The Risk of Living Too Long
Think accumulating assets to fund your retirement has been difficult? Just wait until the time comes to begin distributing these assets.
Most of us view risk and risk management as protecting ourselves and our families against a loss such as property, income or life. Longevity risk, however, comes from having too much of something – years of your life.
The chart below shows that when you’re 65, your chances of living into your mid 80s are better than when you were younger.
If you started working and saving for retirement at 20, took early retirement at 50 and live until 79 (the national average), you could easily take as many years to spend your nest egg as you did to build it. As medical technology increases along with life expectancy, the chance exists that you or your spouse will live past the age of 80. The longer you live, the greater your risk of outliving your money.
Planning how to make your money last as long as you do can be complex. For example, you can begin taking withdrawals from your IRA at age 59˝, but should you? You must take minimum IRA distributions beginning at age 70˝, but what if that pushes you into a higher tax bracket. Deciding which assets to tap when, and with what tax and investment consequences, can be overwhelming. You may need to reallocate or even liquidate investments to provide cash flow for daily living expenses, avoid as much in taxes as possible and account for potential market downswings. Strategies for repositioning your portfolio and liquidating assets can take years in order to avoid high tax bills.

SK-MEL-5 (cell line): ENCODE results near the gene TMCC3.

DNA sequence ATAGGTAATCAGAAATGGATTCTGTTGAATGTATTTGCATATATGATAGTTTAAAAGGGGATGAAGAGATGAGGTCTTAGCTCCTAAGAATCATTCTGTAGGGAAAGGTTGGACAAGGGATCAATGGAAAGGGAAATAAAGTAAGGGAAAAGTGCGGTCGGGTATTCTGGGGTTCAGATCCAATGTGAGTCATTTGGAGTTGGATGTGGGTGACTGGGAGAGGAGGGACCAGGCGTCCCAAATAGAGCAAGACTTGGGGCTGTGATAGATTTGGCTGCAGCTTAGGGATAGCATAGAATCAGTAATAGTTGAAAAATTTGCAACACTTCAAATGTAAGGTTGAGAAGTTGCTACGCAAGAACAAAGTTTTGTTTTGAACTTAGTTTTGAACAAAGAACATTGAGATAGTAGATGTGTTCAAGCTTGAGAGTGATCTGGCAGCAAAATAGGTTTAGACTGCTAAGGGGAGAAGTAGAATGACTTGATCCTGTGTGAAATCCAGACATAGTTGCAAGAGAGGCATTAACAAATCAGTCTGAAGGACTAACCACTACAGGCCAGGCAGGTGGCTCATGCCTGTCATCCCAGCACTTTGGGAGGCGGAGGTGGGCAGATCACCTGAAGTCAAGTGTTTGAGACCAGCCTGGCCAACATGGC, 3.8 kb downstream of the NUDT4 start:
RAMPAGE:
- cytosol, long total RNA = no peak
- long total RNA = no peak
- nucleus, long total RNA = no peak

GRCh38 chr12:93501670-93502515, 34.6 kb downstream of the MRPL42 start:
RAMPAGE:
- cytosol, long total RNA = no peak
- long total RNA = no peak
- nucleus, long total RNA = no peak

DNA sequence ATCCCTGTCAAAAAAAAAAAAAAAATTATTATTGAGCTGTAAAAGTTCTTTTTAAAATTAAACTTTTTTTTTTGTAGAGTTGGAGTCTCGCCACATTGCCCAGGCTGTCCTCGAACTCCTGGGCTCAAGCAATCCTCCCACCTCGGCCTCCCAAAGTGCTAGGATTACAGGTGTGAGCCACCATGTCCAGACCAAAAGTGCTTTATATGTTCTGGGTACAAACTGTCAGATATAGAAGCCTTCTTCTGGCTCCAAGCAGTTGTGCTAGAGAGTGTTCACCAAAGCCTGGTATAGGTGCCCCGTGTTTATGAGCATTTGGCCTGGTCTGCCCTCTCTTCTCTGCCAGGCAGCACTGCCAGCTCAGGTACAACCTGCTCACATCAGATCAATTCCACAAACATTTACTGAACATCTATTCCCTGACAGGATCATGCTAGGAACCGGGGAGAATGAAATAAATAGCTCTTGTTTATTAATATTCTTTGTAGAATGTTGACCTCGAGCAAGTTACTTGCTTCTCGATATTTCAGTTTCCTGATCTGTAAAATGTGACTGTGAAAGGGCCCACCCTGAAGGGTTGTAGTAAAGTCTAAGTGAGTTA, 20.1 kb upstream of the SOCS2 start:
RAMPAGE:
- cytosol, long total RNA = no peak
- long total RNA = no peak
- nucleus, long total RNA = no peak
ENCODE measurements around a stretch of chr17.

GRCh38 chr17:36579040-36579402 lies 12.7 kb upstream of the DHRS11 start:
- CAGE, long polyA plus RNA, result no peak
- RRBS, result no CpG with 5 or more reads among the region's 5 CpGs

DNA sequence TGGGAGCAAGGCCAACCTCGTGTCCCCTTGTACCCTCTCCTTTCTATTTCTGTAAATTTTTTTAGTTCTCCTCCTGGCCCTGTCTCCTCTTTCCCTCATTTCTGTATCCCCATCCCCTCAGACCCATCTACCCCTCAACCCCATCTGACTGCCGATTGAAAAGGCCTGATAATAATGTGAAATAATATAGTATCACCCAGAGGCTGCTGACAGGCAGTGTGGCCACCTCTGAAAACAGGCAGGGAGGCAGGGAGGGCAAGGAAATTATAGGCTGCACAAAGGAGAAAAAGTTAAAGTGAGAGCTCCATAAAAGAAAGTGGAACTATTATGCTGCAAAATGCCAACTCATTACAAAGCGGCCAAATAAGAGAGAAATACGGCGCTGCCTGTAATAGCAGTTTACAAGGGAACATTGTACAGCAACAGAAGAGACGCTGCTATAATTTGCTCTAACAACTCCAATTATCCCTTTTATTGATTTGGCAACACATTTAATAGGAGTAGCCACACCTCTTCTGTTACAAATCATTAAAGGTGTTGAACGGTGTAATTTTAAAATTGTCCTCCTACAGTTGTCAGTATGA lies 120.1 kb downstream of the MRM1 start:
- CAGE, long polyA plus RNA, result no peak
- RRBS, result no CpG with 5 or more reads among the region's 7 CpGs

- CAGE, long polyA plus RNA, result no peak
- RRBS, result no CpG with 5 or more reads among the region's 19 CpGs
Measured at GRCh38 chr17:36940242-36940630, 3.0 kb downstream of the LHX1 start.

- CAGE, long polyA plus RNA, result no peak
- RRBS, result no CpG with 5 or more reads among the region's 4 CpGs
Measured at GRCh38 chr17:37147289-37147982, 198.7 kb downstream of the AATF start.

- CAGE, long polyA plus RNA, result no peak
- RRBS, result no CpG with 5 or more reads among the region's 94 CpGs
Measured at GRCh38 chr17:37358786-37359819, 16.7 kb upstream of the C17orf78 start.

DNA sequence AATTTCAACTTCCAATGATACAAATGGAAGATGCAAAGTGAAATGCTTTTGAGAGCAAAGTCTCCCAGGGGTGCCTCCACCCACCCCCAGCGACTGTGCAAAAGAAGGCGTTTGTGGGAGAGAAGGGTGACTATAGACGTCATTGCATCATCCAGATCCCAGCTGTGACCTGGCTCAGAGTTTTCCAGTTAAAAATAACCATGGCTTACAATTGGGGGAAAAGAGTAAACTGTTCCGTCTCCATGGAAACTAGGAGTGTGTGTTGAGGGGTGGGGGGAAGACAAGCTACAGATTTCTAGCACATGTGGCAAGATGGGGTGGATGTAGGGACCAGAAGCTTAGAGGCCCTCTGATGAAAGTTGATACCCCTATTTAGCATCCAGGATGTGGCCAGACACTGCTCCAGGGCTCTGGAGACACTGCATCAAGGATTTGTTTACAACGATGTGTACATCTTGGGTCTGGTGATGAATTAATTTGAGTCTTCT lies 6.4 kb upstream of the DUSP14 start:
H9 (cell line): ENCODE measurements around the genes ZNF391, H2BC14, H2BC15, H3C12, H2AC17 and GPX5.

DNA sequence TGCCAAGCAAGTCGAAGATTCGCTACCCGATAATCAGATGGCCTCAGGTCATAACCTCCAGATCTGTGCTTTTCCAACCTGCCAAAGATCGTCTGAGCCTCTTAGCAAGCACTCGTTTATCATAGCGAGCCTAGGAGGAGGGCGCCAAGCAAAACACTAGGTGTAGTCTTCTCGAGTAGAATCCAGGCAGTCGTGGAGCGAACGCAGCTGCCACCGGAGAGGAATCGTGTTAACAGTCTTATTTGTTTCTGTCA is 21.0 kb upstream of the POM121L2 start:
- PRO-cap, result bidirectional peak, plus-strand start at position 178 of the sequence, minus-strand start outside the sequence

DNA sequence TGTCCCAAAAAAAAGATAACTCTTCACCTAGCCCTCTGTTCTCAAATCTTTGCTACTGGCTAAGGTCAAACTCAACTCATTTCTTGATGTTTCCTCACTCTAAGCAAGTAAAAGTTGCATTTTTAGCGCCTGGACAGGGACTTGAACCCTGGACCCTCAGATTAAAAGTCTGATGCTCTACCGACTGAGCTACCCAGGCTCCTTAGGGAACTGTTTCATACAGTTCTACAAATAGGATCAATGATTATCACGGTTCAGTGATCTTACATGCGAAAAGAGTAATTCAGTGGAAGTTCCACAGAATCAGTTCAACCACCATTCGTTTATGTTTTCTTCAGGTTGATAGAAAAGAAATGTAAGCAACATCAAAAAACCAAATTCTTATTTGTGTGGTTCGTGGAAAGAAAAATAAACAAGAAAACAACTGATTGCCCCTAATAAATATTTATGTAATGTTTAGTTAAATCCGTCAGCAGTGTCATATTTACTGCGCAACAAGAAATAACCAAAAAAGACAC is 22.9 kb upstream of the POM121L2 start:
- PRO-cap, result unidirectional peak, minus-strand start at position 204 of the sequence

Longevity risk carries within it the increased risk of disability in terms of caring for yourself. Genworth’s 2016 Cost of Care Survey showed that the average cost for a private nursing home room increased 3.5 percent over the past 5 years, to $7,698 a month. Even assisted living communities average costs increased 2 percent. Many people mistakenly assume that Medicare will pay for nursing home stays. It does not. Long-term care insurance can range from nursing level only to complete in-home and companion care. You should consider purchasing long-term care coverage while in your 40s or 50s to secure a reasonable premium.
The stadium rock band Queen recorded a song for the movie “Highlander” titled “Who Wants to Live Forever?” It may not be forever, but Americans today certainly live longer than their ancestors. Finding ways to fund those extra years can help you have quality of life, not just quantity.
Mark Slattery Matt Peters
Securities offered through Securities America, Inc. member FINRA/SIPC, Mark Slattery and Matt Peters, Registered Representatives, Advisory services offered through Securities America Advisors, Inc. CaseSlattery and Securities America are separate companies.
Written by Securities America for distribution by Mark Slattery and Matt Peters